ST. PETERSBURG — Keith Lockhart is often cited for bringing some innovation to symphonic pops programming — such as pairing his Boston Pops Orchestra with the rock band My Morning Jacket — but there was none of that Wednesday night. Instead, Lockhart and the touring version of the Pops, the Boston Pops Esplanade Orchestra, played a staunchly traditional program, with a first act of show tunes, followed after intermission by a not particularly well-known singer, Ann Hampton Callaway, and her tribute to Barbra Streisand.
But nobody in the crowd of 1,345 at Mahaffey Theater seemed to mind the lack of adventurousness, as Lockhart and the 80-piece orchestra — the men in white dinner jackets — made like the biggest Broadway pit band around, kicking the evening off with sparkling arrangements of music from Gypsy, West Side Story and A Little Night Music. The concert was the last in a nine-city tour of the Southeast, and if the orchestra seemed a little road-weary, there was no denying the impact of its lush string sound, boosted with slight amplification.
The Streisand theme included a mini-suite of orchestral music by Marvin Hamlisch, her longtime friend and colleague who died last year at 68. Through the Eyes of Love may have had a few audience members scratching their heads — it's from Ice Castles, a figure-skating movie — but there was a big response to the overture to A Chorus Line. It featured an elegant little solo by concertmaster Joe Scheer, whom Tampa Bay area concertgoers with long memories may remember was concertmaster of the Florida Orchestra in the 1990s.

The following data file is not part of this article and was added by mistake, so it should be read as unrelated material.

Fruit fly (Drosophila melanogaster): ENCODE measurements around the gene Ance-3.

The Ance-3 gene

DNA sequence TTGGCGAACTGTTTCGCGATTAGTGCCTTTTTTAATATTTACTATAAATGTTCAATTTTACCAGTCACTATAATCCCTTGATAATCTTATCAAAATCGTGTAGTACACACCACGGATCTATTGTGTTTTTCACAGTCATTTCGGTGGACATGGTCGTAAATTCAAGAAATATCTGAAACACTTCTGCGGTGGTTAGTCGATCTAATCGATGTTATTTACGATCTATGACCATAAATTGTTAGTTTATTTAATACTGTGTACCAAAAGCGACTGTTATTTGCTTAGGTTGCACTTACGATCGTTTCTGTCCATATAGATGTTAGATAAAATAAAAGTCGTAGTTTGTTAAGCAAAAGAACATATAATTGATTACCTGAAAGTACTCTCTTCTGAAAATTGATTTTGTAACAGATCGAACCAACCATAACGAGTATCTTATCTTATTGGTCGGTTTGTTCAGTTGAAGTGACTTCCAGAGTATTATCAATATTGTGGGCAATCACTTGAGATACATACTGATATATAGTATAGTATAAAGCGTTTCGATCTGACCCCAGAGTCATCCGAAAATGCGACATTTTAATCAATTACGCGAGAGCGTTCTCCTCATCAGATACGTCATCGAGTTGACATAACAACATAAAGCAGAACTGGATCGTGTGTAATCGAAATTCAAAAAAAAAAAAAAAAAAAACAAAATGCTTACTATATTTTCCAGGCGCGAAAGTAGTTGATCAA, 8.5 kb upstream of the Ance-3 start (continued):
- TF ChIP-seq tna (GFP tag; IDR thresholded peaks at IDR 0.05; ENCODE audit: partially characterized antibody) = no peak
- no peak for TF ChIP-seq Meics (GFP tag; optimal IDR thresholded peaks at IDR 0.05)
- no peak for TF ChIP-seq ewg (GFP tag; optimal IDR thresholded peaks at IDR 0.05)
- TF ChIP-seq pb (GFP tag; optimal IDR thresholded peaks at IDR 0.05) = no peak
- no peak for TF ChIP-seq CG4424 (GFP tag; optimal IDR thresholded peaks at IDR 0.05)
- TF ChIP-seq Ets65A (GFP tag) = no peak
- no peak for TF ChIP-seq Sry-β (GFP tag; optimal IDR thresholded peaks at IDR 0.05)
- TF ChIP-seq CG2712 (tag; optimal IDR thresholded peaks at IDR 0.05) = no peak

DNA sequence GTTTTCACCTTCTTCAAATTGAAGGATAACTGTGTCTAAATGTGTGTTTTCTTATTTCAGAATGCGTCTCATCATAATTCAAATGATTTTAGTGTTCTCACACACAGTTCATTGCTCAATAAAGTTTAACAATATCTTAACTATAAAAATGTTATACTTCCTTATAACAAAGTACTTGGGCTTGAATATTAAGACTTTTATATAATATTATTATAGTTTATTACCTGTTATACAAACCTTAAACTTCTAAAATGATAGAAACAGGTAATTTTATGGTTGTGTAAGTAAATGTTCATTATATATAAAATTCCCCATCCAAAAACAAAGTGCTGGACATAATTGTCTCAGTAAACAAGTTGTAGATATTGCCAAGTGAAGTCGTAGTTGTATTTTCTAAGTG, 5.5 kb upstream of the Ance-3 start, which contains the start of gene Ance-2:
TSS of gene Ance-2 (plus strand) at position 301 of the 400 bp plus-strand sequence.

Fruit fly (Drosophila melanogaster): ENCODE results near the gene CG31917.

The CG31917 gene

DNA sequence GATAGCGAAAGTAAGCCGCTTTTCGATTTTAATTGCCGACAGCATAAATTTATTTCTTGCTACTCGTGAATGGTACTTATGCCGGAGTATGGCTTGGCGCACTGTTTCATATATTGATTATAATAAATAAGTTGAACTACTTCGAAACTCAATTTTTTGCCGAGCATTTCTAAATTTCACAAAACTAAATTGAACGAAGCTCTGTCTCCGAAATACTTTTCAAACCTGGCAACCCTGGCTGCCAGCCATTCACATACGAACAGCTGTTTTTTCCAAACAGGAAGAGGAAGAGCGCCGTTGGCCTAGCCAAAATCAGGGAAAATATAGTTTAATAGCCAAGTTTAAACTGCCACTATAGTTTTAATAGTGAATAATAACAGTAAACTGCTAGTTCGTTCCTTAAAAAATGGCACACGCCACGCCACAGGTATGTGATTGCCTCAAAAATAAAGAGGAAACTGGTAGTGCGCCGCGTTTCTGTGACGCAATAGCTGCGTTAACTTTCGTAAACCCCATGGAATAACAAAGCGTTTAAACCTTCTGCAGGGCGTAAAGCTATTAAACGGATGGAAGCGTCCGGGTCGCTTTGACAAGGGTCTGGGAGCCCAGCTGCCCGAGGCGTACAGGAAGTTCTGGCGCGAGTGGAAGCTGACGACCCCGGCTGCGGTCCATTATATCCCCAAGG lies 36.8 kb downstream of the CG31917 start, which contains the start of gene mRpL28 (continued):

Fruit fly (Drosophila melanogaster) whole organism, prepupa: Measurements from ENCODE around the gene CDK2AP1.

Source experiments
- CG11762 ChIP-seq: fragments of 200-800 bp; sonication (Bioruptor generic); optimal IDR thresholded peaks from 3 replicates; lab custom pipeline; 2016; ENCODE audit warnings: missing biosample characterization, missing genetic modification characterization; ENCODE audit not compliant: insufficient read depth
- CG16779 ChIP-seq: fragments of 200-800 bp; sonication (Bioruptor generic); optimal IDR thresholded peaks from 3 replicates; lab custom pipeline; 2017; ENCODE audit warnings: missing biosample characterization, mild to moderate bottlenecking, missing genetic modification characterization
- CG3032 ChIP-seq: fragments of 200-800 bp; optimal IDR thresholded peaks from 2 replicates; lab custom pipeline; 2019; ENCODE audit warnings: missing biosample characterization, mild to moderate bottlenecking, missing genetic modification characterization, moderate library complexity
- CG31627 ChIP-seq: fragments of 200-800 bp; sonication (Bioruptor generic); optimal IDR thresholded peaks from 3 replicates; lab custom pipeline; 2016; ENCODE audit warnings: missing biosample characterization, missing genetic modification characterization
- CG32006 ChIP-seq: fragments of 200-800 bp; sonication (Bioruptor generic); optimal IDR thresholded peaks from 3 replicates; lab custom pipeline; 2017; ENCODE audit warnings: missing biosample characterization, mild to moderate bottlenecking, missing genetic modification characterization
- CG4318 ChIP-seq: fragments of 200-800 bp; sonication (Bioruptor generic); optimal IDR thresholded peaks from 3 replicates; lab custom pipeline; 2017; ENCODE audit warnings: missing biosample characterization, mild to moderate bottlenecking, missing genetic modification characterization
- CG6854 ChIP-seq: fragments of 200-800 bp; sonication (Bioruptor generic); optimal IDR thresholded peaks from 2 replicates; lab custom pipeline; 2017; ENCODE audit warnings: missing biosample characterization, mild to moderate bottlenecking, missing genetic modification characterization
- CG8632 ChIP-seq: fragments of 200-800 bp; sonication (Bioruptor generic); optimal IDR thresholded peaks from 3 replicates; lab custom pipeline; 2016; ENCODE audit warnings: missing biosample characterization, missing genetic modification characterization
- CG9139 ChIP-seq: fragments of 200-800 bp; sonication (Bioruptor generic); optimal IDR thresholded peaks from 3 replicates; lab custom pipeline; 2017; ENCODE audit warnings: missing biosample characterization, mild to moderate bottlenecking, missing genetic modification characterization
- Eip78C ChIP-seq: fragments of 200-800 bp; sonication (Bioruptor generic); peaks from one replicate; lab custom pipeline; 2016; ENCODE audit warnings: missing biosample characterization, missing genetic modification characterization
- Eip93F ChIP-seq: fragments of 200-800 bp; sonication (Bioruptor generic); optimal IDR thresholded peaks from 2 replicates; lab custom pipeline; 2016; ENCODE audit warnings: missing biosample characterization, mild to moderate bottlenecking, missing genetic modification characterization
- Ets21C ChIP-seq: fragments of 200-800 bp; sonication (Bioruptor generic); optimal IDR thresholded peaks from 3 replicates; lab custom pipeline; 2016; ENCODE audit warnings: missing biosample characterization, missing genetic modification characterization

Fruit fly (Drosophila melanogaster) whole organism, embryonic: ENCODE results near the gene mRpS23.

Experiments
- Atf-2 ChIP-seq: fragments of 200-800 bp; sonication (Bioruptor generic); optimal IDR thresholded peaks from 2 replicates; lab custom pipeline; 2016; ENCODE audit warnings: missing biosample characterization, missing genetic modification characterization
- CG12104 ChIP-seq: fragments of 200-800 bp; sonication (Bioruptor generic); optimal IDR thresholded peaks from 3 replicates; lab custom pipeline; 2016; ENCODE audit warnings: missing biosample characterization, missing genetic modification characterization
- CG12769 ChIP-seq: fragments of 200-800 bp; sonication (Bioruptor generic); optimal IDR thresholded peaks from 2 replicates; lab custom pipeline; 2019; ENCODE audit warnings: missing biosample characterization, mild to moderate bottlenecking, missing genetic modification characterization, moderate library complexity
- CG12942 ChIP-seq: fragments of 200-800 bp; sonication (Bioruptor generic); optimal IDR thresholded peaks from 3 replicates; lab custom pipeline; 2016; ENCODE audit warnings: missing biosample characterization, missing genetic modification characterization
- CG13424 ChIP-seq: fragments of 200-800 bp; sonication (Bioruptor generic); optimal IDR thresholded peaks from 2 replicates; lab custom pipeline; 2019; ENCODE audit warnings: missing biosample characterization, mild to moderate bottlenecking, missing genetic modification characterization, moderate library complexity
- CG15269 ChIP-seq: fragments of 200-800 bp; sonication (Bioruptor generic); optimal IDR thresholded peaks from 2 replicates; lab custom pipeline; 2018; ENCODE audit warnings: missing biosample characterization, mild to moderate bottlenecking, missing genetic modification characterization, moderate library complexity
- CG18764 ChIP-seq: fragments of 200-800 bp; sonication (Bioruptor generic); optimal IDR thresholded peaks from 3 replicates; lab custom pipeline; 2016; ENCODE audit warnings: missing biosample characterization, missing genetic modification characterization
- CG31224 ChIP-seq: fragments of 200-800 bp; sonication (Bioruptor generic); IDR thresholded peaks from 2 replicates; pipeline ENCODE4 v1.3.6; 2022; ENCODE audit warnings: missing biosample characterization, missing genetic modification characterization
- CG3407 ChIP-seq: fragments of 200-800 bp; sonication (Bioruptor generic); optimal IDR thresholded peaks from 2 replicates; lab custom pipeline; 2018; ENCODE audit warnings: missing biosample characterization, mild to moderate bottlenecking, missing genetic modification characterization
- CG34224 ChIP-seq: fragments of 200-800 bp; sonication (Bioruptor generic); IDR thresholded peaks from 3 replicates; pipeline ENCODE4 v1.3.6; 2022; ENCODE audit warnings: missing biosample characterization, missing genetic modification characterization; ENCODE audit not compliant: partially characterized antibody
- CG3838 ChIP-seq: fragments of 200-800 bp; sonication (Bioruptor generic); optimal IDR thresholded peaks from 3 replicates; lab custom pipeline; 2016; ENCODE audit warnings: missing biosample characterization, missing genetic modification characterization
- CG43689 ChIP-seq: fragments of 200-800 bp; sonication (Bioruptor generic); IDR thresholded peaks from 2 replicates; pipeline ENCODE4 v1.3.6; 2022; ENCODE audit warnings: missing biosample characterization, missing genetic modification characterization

Callaway returned to the Hamlisch songbook in her Streisand segment with an achingly dramatic The Way We Were, an obvious show-stopper but no less effective. She is a smoky jazz singer-songwriter whose connection to her idol is legitimate, having written songs on six Streisand albums, such as At the Same Time, an anthem to world peace that she belted out Wednesday.
Naturally, Callaway offered up the greatest hits, including a brash and brassy Don't Rain on My Parade, On a Clear Day You Can See Forever and the ballad that kept countless karaoke bars in business in the '60s, People. But she also satisfied Streisand diehards with numbers like A Piece of Sky from Yentl.
Lockhart, a lithe, deceptively nonchalant figure on the podium, and the Pops wrapped things up with a sizzling 42nd Street — featuring a delightfully goofy tap-dance sequence by one of the percussionists — and the inevitable Stars and Stripes Forever.
John Fleming can be reached at email@example.com or (727) 893-8716.